|theory A concept developed by Alfred Weber to describe the optimal location of a manufacturing establishment in relation to the costs of transport and labor, and the relative advantages of agglomeration or deglomeration.
|Those countries including countries in Africa, except for South Africa, and parts of South America and Asia, that usually have low levels of economic productivity, low per capita incomes, and gener¬ally low standards of living.
|A region in which manufacturing activities have clus-tered together.
|Those U.S. firms that have factories just outside the United States/Mexican border in areas that have been specially designated by the Mexican government. In such areas, factories cheaply assemble goods for export back into the United States.
|Net National Product
|A measure of all goods and services produced by a country in a year, including production from its investments abroad, minus the loss or degradation of natural resource capital as a result of productivity.
|Offshore financial center
|Areas that have been specially designed to pro-mote business transactions, and thus have become centers for banking and finance.
|National or global regions where economic power, in terms of wealth, innovation, and advanced technology, is concentrated.
|A model of the spatial structure of development in which underdeveloped countries are defined by their dependence on a devel¬oped core region.
|The process of economic growth, expansion, or realization of regional resource potential.
|Web-based economic activities.
|Regions that fail to gain from national economic development.
|Areas where governments create favorable invest¬ment and trading conditions to attract export-oriented industries.
|Areas of the world, usually the economic core, that experience greater levels of connection due to high-speed telecommunications and trans¬portation technologies.
|Manufacturing activities in which cost of transporting both raw materials and finished product is not important for determining the loca¬tion of the firm.
|Fordism System of standardized mass production attributed to Henry Ford.
|Overseas business investments made by private companies.
|equity A measure of the opportunities given to woman compared to men within a given country.
|The idea that the world is becoming increasingly intercon¬nected on a global scale such that smaller scales of political and economic life are becoming obsolete.
|Gross Domestic Product
|The total value of goods and services produced within the borders of a country during a specific time period, usually one year.
|Gross National Product
|The total value of goods and services, including income received from abroad, produced by the residents of a country within a specific time period, usually one year.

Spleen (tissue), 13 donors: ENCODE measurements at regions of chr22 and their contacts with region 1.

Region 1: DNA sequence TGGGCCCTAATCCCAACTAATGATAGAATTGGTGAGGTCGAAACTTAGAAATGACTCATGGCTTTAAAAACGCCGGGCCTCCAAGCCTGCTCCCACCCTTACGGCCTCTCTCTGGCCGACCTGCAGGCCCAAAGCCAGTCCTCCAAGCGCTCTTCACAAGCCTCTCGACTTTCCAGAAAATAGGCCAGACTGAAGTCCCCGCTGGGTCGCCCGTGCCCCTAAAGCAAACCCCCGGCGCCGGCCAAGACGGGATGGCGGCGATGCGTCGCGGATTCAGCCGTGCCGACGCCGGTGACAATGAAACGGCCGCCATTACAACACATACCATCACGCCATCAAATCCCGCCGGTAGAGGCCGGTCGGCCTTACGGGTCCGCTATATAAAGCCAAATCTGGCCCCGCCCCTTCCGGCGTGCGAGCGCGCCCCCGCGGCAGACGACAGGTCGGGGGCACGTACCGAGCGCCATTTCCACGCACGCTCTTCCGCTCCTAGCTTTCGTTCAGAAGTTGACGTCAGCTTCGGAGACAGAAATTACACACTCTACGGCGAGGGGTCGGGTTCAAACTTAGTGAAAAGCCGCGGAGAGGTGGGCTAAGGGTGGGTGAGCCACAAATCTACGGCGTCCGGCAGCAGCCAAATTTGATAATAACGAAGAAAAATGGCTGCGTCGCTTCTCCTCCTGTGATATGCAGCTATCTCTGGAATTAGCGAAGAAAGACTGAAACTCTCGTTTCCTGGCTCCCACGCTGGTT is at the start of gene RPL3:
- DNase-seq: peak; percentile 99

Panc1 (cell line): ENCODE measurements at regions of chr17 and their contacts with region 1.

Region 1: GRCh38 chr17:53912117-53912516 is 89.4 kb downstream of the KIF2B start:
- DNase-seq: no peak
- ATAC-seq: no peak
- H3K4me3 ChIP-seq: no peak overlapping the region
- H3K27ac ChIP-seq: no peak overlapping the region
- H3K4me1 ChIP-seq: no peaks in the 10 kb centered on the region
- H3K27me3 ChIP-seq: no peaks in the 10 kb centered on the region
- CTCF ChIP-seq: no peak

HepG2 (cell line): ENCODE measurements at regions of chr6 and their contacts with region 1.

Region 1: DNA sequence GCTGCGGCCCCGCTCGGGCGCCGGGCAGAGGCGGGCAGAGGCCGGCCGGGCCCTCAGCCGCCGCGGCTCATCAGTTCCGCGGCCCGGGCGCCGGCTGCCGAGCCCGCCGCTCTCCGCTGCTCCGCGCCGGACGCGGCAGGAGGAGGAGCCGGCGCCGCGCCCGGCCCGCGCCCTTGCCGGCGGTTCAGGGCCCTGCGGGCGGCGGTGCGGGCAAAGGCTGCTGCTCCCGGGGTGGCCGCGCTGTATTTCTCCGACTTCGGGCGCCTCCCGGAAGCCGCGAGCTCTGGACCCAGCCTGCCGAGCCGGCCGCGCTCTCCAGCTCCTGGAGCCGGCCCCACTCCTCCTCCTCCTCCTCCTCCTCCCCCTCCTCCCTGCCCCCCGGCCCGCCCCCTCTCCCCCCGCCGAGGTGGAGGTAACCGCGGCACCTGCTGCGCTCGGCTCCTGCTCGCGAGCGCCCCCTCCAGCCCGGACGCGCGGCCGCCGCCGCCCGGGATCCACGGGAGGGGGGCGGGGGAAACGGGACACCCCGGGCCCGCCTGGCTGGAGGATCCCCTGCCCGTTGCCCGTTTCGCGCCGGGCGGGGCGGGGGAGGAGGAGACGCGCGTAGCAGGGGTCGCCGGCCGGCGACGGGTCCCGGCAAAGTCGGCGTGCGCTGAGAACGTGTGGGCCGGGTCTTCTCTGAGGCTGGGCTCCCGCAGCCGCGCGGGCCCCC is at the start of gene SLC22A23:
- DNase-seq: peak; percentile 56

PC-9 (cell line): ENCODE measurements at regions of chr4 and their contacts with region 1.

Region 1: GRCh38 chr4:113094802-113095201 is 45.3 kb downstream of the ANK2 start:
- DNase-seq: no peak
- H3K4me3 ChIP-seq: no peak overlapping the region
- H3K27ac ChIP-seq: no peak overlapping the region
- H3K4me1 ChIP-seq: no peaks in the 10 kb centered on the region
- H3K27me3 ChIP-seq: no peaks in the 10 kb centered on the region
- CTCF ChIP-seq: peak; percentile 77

|A process of improvement in the material conditions of people through diffusion of knowledge and technology.
|Gender Empowerment measure (GEM)
|compares the abil¬ity of women and men to participate in economic and political decision making.
|Gender-Related Development Index (GDI)
|compares the level of development of women with that of both sexes.
|Human Development Index (HDI)
|Indicator of level of development for each country, constructed by United Nations, combining income, literacy, education, and life expectancy.
|Gross domestic product (GDP)
|The value of the total output of goods and services produced in a country in a given time period (normally one year).
|Less developed country (LDC)
|Also known as a developing country, a country that is at a relatively early stage in the process of economic development.
|The percentage of a country's people who can read and write.
|More developed country (MDC)
|Also known as a relatively developed country or a developed country, a country that has progressed relatively far along a continuum of development.
|The portion of the economy concerned with the direct extraction of materials from Earth's surface, generally through agriculture, although sometimes by mining, fishing, and forestry.
|The value of a particular product compared to the amount of labor needed to make it.
|The portion of the economy concerned with manufacturing useful products through processing, transforming, and assembling raw materials.
|Structural adjustment program
|Economic policies imposed on less developed countries by international agencies to create conditions encouraging international trade.
|The gross value of the product minus the costs of raw materials and energy.